CoatingsPro Magazine Supplements


CoatingsPro offers an in-depth look at coatings based on case studies, successful business operation, new products, industry news, and the safe and profitable use of coatings and equipment.

Issue link:

Contents of this Issue


Page 8 of 35

COATINGSPRO ROOF COATINGS 2016 9 thermoplastic polyolefin (TPO), poly vinyl chloride (PVC), aged asphalt, fiberglass, ethylene propylene diene terpolymer membrane (EPDM), and hypalon are among the substrates that can receive coating and/or SPF systems. In add ition, many d if ferent t y pes of coatings can be applied over SPF on roof tops. "A n SPF insu lated roof prov ides a unifor m, pred ictable sur face unlike other substrates, such as concrete. SPF prov ides a g reat substrate for a coating w ith respect to ad hesion and porosit y," ex plained Steven Reinstadt ler of Covestro. It must be remembered that each substrate is unique and shou ld be treated accord ingly when it comes to sur face preparation, repair, and chosen coating mater ia l. Many coatings manufacturers of fer roof coating and SPF options that are eng ineered specif ica l ly for cer tain roof deck substrates. Repair and Prep W hen a coatings contractor arrives on the scene at a roofing job, he or she must take stock not only of the acces- sibility and safety issues, but also of the condition of the existing roof. As Edward Leshansky of Tropical Coatings pointed out, "Not ever y aged roof is a candidate for a resto - ration coating system. Existing leaks and other problems must be diagnosed and repaired prior to the restoration coating system application. A thorough roof inspection and adhesion test is conducted to determine the optimum coating restoration system for long-term performance and the issuing of the warranty coverage. Roof preparation is a vital component to positive project outcomes, performance, and customer satisfaction." Steve Wolf of T he Garland Company concurred. " W hile a good roof coating can exponentially increase the life cycle of a roof, the application of the coating is merely the final step in a successful roof restoration. It is equally imperative to make maintenance provisions and repairs to remove wet insulation, fi x f lashings, clear drains, and other common problem details that even a new restoration coating may not be able to compensate for. T hese are often the cause of moisture penetration and leaks that have the ability to undermine even the highest quality of coatings." It is also recommended that repairs are made w ith the same ty pe of material as the coating to be applied, as that w ill ensure that all products specified are compatible, and it also limits the amount of different products required. For instance, if the coating system is to be a poly urea, then the repair material High-Performance continued on page 12 High-Performance Roof Coatings The substrates vary widely from metal panels to built-up roofs (BURs). Coatings can also be applied over SPF to form a system. Regardless, each substrate is unique and should be treated accordingly. Contractors may need to work while the building is occupied. "Staging, repairs, fumes, noise, overspray, HVAC, and overall disruptions should be reviewed and communicated with the occupants of the building," said RM Lucas's Dennis Kelley. Repairs, such as fixing flashings and clearing drains, should be done before the new system is applied. Also, having a clean and dry substrate is crucial to the success of the coating.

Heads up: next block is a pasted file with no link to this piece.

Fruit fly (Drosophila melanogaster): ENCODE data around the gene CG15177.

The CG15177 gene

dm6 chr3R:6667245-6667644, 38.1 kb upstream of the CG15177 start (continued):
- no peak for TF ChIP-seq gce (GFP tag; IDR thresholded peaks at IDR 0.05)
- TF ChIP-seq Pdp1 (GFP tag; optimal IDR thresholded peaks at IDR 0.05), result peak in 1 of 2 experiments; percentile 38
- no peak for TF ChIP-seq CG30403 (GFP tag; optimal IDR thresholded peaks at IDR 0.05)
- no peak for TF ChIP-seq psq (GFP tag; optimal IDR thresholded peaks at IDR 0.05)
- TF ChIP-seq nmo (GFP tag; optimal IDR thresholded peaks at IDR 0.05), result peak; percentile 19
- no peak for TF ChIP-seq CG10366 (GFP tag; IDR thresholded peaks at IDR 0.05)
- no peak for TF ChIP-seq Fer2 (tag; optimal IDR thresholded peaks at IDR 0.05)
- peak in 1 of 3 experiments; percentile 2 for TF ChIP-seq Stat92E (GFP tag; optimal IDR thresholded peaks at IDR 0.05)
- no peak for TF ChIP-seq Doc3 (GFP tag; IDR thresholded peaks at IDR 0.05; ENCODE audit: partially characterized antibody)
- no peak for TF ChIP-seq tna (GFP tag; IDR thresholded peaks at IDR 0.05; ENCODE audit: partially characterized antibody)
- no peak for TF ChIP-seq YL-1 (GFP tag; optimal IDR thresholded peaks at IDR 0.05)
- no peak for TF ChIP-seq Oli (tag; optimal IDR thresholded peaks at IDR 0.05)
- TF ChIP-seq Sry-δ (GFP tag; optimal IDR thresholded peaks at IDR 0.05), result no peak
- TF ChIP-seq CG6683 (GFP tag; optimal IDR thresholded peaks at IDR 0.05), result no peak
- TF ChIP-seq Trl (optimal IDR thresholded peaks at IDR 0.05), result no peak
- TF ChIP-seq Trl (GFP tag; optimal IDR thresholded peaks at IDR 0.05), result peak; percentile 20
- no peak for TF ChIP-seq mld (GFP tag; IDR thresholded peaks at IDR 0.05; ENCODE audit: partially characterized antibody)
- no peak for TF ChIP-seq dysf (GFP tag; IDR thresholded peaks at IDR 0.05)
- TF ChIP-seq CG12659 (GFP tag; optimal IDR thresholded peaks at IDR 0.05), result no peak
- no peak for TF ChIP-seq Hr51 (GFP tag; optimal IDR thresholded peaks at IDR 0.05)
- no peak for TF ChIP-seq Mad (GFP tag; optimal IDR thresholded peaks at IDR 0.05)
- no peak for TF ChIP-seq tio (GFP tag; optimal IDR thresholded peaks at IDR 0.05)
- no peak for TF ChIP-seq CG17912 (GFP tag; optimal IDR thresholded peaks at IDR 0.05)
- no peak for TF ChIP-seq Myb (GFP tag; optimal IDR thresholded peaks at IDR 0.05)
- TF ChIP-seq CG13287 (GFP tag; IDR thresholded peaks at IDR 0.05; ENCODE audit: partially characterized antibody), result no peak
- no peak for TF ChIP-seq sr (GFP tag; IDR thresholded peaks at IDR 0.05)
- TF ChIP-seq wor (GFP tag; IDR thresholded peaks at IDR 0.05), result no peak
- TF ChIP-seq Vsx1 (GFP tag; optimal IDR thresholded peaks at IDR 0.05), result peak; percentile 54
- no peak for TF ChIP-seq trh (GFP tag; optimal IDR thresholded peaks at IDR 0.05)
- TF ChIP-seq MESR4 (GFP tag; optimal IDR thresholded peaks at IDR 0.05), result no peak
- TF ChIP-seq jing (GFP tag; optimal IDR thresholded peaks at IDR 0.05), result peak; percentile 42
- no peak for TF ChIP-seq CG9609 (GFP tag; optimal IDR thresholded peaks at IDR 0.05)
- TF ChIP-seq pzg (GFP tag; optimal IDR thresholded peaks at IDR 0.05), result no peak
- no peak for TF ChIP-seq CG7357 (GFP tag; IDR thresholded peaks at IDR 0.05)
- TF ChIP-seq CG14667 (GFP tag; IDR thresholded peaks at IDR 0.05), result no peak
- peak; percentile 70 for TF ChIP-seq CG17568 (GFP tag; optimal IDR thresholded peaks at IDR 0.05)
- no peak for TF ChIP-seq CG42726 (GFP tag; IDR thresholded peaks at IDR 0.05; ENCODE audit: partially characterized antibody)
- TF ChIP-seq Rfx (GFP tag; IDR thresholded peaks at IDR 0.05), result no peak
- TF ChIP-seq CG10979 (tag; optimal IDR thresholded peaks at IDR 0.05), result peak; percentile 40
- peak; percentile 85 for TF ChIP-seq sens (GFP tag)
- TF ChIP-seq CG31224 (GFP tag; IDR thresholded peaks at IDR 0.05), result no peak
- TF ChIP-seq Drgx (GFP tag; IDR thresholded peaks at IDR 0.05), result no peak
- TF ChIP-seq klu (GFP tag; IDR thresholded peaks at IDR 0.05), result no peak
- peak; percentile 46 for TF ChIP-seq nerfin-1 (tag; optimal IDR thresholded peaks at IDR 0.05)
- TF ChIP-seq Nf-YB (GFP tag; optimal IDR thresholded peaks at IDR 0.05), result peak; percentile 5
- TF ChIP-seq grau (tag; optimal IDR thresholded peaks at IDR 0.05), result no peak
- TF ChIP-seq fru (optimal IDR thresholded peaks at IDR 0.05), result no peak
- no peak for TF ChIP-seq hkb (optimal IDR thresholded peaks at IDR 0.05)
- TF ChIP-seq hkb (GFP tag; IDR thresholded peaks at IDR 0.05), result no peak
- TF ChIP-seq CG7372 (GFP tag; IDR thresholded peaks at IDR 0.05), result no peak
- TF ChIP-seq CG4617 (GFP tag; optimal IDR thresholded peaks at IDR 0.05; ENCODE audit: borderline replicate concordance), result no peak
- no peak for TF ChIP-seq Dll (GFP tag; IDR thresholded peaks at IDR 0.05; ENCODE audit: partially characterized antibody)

Articles in this issue

Archives of this issue

view archives of CoatingsPro Magazine Supplements - ROOF COATINGS NOV 2016